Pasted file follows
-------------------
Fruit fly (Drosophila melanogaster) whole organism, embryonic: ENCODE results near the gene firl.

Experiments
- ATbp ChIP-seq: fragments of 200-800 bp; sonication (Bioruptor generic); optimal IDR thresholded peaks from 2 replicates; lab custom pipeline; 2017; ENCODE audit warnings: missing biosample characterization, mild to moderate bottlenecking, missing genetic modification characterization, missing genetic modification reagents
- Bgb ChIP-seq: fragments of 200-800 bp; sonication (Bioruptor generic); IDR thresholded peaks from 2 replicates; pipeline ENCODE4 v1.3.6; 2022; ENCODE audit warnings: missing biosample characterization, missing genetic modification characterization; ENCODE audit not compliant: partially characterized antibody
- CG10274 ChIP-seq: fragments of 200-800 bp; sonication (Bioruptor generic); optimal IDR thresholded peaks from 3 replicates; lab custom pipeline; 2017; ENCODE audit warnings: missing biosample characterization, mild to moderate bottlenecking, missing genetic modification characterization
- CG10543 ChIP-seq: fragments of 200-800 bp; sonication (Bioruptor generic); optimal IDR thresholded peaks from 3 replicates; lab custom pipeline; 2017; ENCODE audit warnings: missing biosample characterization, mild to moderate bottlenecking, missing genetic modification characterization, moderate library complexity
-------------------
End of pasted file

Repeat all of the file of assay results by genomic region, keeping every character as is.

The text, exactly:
Fruit fly (Drosophila melanogaster) whole organism, embryonic: ENCODE results near the gene firl.

Experiments
- ATbp ChIP-seq: fragments of 200-800 bp; sonication (Bioruptor generic); optimal IDR thresholded peaks from 2 replicates; lab custom pipeline; 2017; ENCODE audit warnings: missing biosample characterization, mild to moderate bottlenecking, missing genetic modification characterization, missing genetic modification reagents
- Bgb ChIP-seq: fragments of 200-800 bp; sonication (Bioruptor generic); IDR thresholded peaks from 2 replicates; pipeline ENCODE4 v1.3.6; 2022; ENCODE audit warnings: missing biosample characterization, missing genetic modification characterization; ENCODE audit not compliant: partially characterized antibody
- CG10274 ChIP-seq: fragments of 200-800 bp; sonication (Bioruptor generic); optimal IDR thresholded peaks from 3 replicates; lab custom pipeline; 2017; ENCODE audit warnings: missing biosample characterization, mild to moderate bottlenecking, missing genetic modification characterization
- CG10543 ChIP-seq: fragments of 200-800 bp; sonication (Bioruptor generic); optimal IDR thresholded peaks from 3 replicates; lab custom pipeline; 2017; ENCODE audit warnings: missing biosample characterization, mild to moderate bottlenecking, missing genetic modification characterization, moderate library complexity